Bezzecca ligt in het centrum van de Valle di Ledro en is absoluut het meest bekende dorp omdat de naam verbonden is aan de historische slag in 1866 tussen de illustere Garibaldi en de Oostenrijkers.
Etymology: From the Latin bis secta, divided in two, "Villa" on the right side and "Lutta" on the left side
Nickname: The inhabitants of Bezzecca are called scorleti, the loonies.
What to see: Church of St Stephen in Bezzecca. Colle di Santo Stefano with military memorial and trenches from the Great War. Museum of Garibaldi and the First World War on the Lungassat. Little church of Santa Lucia in pratis, outside the village, with frescoes dating back to the 14th century.
Village festivals and traditions: Sagra di Bezzecca, in July. Garibaldi celebrations, in memory of the battle on 21 July 1866. Scontrada, a competition between the contrade, in September. Villaggio del gigante, village of the giant, Christmas Market in the alleys of the village.
Some history: Bezzecca is famous for being the scene of the battle between the Italian army under Garibaldi and the Austrian army in 1866 during the Third Indipendence War. There is an interesting park on the S. Stefano hill where the Path of Peace winds through the trenches.
During WWI, Bezzecca became again an important strategic point and in that period soldiers bored tunnels and built many trenches on the hill. Today they are evidences of the two wars that make St. Stefano hill a place of memory.
Until 1860 the church of the village was on St. Stefano Hill but today the main church is in Garibaldi Square. It was built in the nineteenth century to replace the other one, which was to small for the population.
V.I.P.: Bezzecca was also birth place of the giant Bernardo Gigli, also called “popo da bezeca”, who became famous all over Europe at the end of 18th century. He was a very nice and intelligent man and he also traveled a lot in Europe with the well known globe-trotter Giambattista Perghem da Nomi.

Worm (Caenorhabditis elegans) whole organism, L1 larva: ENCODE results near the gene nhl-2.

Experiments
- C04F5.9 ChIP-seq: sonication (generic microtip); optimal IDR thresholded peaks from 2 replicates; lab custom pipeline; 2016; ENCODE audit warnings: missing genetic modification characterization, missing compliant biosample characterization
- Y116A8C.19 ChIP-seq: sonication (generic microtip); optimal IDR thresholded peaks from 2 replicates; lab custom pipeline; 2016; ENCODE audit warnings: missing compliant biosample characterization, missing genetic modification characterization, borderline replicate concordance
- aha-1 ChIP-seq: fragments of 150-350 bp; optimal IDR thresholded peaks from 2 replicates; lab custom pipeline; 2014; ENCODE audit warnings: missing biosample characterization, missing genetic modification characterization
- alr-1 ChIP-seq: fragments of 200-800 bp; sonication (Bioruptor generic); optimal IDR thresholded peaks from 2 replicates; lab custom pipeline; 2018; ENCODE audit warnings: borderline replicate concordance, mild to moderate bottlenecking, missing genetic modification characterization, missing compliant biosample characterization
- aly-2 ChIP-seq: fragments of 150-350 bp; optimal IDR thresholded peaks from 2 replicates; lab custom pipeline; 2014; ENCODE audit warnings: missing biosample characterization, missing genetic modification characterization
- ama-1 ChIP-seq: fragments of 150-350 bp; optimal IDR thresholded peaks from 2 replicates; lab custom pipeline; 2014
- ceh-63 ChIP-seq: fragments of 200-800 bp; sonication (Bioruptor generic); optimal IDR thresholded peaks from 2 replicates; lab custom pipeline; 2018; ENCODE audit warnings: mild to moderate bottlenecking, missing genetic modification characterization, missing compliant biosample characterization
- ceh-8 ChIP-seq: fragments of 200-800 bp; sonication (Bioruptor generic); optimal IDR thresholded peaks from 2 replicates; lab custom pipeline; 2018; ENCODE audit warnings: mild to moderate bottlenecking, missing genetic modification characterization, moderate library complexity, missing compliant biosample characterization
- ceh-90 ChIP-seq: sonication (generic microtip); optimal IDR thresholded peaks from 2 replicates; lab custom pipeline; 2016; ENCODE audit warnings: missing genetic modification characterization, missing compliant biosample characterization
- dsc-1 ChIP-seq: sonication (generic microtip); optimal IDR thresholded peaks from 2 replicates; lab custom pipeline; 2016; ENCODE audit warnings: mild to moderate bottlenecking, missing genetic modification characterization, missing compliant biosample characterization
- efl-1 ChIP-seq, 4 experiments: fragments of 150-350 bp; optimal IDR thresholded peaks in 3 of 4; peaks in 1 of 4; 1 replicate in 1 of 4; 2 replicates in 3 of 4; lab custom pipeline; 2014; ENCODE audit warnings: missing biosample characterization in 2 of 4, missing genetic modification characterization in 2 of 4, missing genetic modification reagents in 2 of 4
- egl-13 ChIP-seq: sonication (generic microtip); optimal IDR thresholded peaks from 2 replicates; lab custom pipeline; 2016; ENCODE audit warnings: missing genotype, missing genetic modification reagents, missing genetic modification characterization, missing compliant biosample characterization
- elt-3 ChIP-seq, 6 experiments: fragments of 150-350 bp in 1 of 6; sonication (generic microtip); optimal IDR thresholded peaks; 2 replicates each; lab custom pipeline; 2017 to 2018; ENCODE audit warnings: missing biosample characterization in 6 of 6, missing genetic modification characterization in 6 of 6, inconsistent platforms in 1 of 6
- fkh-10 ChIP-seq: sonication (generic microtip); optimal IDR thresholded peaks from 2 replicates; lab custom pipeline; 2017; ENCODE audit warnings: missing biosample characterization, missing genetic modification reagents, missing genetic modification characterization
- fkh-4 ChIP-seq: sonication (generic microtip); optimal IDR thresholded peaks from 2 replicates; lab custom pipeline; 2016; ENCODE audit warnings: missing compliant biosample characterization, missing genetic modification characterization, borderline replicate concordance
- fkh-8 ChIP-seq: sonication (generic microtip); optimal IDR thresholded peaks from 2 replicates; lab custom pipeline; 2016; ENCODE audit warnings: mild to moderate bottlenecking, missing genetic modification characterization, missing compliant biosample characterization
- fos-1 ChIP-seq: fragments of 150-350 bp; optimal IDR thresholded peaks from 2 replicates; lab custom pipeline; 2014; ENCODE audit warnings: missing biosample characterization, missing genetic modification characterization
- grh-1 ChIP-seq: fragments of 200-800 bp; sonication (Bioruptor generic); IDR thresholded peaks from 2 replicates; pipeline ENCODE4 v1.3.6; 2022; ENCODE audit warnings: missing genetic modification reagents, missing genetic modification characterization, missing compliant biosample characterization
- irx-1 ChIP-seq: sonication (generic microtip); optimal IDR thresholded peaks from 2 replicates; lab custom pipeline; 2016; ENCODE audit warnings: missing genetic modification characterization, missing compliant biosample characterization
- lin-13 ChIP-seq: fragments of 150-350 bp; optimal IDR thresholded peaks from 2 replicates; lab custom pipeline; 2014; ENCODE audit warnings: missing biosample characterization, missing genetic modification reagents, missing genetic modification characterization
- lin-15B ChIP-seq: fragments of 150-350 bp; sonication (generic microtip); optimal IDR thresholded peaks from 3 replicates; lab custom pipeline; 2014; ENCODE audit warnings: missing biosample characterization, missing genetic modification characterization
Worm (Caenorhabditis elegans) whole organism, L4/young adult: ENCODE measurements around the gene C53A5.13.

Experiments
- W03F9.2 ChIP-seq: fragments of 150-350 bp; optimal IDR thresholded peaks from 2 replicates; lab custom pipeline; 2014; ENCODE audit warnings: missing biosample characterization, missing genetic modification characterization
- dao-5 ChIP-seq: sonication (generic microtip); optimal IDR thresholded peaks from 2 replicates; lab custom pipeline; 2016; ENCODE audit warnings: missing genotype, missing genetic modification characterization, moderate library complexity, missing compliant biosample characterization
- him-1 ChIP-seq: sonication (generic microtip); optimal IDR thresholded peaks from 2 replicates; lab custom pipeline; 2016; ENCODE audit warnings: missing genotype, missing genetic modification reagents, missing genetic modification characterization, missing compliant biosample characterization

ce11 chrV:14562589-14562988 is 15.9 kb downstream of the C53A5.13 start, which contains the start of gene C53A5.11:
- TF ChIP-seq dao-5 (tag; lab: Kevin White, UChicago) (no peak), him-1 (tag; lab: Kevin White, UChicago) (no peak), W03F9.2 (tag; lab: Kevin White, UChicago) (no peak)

Bernardo Gilli was born in 1726 in Bezzecca. He was the youngest of the four children of Bernardo Gilli and Maria Oradini. At twenty, he was 260 cm tall and his fellow villagers were already stunned by his superhuman strength. Even though at the time he was probably, the tallest man in the world he was not the first in his family to reach such a height.
It was not long before he caught the eye of Giambattista Perghem (Carattà), a travelling tightrope walker who was originally from Nomi (a village not far from Trento). In 1745, Bernardo left Bezzecca and started performing dressed as a Turk. The giant of Bezzecca travelled all over Europe and managed to be received by monarchs and popes. Amongst them were King Louis XV of France and Empress Catherine the Great of Russia. Bernardo was a gentle giant who did not strike terror.
After he returned to Ledro he had a house built in Bezzecca in the same spot which is now occupied by the town hall. He died in 1791, having previously lost the use of his legs. As stated in his will his skeleton was donated to Dr Canella for medical purposes.
Part of the skeleton was then moved to the Museo Civico in Rovereto. A life-size painting and a huge silk stocking shared the same fate. In 1872 Bernardo’s documents and passport were put into a showcase in the same museum. Rovereto was bombed during the First World War and most of what was kept in the museum was destroyed, including Bernardo’s skeleton and belongings.